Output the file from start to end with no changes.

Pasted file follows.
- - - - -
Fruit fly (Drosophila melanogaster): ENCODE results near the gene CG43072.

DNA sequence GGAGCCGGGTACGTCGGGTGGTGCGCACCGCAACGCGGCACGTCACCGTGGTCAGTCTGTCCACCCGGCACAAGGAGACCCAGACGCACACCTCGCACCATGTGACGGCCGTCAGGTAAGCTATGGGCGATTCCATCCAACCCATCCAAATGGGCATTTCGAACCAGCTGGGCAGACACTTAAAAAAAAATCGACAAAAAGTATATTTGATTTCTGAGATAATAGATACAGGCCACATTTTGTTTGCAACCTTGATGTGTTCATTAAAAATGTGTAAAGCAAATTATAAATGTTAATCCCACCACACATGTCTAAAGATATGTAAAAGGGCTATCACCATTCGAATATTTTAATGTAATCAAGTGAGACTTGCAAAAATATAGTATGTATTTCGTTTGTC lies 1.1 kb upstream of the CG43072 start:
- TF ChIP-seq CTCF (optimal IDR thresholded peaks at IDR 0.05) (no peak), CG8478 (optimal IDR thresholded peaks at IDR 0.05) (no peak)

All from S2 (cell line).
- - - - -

Fruit fly (Drosophila melanogaster): ENCODE results near the gene CG43072.

DNA sequence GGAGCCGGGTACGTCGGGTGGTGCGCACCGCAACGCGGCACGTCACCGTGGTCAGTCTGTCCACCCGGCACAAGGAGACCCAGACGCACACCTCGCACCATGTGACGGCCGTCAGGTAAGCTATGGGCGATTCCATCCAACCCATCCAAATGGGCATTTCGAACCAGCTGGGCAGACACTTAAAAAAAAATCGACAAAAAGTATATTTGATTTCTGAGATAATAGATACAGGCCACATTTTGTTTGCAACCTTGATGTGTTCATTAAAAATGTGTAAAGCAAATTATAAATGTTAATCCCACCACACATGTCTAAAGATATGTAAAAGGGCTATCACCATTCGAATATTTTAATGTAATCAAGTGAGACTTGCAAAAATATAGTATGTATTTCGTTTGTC lies 1.1 kb upstream of the CG43072 start:
- TF ChIP-seq CTCF (optimal IDR thresholded peaks at IDR 0.05) (no peak), CG8478 (optimal IDR thresholded peaks at IDR 0.05) (no peak)

All from S2 (cell line).